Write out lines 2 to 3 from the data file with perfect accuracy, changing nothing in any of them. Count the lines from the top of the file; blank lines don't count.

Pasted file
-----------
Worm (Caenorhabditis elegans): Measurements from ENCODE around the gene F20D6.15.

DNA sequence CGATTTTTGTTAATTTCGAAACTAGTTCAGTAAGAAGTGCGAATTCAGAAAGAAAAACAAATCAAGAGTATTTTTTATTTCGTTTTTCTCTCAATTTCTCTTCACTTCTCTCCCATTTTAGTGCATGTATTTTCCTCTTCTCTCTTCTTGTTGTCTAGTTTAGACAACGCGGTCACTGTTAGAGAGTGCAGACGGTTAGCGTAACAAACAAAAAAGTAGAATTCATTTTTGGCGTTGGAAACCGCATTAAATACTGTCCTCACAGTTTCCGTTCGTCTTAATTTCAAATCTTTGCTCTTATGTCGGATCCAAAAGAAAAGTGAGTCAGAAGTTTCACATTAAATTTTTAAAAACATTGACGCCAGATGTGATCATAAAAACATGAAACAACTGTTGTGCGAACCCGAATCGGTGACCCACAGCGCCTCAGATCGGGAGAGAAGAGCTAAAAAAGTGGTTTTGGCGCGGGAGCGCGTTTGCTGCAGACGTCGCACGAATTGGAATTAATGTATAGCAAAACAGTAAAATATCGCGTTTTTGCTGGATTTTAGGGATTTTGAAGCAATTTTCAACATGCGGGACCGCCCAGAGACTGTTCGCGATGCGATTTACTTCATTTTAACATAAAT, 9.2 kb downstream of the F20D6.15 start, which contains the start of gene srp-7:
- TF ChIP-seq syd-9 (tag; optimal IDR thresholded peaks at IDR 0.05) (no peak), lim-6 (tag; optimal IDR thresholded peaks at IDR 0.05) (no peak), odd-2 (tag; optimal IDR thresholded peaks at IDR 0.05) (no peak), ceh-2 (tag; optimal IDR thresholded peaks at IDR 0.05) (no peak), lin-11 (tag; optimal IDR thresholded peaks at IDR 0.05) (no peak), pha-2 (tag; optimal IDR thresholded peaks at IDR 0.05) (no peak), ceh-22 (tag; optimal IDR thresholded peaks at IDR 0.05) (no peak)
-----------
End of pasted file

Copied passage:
DNA sequence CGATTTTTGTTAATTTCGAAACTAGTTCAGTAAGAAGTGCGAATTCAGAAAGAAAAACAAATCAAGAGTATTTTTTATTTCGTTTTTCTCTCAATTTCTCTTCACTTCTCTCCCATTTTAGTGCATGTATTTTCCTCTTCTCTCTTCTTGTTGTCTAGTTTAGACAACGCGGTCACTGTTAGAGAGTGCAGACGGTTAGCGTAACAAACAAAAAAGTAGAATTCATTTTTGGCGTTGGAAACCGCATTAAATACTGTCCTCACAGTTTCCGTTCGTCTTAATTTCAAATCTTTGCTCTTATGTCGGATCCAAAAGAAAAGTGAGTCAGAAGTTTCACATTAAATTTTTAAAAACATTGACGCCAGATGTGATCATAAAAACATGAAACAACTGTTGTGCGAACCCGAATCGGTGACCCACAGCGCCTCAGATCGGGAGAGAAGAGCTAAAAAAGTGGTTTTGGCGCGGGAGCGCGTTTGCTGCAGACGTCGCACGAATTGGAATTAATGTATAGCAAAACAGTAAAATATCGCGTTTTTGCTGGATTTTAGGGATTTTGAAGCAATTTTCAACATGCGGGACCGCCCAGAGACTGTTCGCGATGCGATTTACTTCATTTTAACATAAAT, 9.2 kb downstream of the F20D6.15 start, which contains the start of gene srp-7:
- TF ChIP-seq syd-9 (tag; optimal IDR thresholded peaks at IDR 0.05) (no peak), lim-6 (tag; optimal IDR thresholded peaks at IDR 0.05) (no peak), odd-2 (tag; optimal IDR thresholded peaks at IDR 0.05) (no peak), ceh-2 (tag; optimal IDR thresholded peaks at IDR 0.05) (no peak), lin-11 (tag; optimal IDR thresholded peaks at IDR 0.05) (no peak), pha-2 (tag; optimal IDR thresholded peaks at IDR 0.05) (no peak), ceh-22 (tag; optimal IDR thresholded peaks at IDR 0.05) (no peak)